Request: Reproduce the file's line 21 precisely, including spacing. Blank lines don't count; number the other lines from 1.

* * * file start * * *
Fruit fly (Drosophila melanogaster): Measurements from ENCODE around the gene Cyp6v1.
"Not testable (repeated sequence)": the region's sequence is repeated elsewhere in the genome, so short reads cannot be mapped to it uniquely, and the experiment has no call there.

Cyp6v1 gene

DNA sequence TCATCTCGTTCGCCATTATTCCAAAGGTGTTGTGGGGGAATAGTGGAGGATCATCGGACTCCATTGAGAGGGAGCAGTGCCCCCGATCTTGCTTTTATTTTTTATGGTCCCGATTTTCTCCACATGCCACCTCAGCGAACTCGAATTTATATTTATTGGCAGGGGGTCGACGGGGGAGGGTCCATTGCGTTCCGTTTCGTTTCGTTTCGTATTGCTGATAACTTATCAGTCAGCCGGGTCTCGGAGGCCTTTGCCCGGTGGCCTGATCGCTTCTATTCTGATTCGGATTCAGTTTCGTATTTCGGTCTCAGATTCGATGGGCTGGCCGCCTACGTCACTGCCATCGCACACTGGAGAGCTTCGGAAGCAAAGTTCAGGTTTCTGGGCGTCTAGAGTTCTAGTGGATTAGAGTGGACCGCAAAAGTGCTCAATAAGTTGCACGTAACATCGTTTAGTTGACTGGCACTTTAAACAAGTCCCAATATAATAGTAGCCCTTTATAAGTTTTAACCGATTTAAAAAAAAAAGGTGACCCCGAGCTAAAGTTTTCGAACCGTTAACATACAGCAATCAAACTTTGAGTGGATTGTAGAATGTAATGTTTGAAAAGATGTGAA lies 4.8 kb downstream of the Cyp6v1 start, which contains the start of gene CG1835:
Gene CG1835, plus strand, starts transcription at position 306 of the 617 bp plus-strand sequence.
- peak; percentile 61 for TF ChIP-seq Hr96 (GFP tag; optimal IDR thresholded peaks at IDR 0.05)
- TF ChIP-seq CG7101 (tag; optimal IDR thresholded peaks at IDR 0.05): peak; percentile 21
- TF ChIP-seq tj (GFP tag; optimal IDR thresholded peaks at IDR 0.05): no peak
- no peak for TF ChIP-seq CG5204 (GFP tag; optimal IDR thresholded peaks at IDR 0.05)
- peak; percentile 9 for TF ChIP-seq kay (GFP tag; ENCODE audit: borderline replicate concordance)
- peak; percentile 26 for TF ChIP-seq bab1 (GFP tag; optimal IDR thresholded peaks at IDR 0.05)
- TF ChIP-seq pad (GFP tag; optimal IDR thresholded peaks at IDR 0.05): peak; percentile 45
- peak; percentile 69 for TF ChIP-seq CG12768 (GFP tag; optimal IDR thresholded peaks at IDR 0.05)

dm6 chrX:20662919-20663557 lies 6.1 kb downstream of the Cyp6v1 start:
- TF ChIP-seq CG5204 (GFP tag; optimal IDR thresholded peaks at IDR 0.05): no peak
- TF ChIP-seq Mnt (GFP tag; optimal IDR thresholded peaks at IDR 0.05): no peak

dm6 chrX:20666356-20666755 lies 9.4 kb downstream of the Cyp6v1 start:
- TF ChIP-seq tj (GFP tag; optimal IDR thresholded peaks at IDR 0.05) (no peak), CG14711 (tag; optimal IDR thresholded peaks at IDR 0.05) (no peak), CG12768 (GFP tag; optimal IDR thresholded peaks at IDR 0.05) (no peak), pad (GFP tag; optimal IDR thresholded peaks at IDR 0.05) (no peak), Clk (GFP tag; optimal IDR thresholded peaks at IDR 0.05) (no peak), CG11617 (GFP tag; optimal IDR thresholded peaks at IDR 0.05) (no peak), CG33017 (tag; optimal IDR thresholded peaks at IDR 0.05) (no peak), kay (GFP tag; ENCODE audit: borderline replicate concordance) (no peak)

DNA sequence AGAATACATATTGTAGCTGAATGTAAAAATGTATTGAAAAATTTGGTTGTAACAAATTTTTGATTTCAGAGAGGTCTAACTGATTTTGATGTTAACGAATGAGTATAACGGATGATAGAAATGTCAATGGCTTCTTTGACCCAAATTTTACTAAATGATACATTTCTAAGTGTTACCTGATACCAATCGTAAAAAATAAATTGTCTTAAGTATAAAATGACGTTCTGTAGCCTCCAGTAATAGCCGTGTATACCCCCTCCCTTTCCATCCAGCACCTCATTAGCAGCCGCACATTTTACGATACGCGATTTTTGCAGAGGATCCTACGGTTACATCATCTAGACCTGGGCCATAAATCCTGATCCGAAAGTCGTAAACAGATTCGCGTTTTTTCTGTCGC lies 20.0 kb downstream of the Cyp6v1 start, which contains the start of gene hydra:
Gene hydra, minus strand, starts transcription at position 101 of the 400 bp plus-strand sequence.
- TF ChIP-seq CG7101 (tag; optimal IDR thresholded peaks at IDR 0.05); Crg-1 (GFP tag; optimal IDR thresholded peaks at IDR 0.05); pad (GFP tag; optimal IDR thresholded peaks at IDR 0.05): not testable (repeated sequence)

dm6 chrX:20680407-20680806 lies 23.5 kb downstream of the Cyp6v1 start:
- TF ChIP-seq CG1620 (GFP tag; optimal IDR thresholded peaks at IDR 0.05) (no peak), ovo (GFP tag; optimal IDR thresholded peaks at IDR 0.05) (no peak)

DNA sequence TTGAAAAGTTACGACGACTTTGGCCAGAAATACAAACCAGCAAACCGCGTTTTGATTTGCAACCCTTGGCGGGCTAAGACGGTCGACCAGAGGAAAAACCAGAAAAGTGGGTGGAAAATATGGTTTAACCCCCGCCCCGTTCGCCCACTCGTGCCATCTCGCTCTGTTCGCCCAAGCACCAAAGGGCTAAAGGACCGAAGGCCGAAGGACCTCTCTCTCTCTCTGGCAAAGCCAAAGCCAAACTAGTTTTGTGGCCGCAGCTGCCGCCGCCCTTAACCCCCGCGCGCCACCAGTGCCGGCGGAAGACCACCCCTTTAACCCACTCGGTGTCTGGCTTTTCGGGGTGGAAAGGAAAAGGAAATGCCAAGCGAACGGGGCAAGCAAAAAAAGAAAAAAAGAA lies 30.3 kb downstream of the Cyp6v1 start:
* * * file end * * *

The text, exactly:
- TF ChIP-seq CG7101 (tag; optimal IDR thresholded peaks at IDR 0.05); Crg-1 (GFP tag; optimal IDR thresholded peaks at IDR 0.05); pad (GFP tag; optimal IDR thresholded peaks at IDR 0.05): not testable (repeated sequence)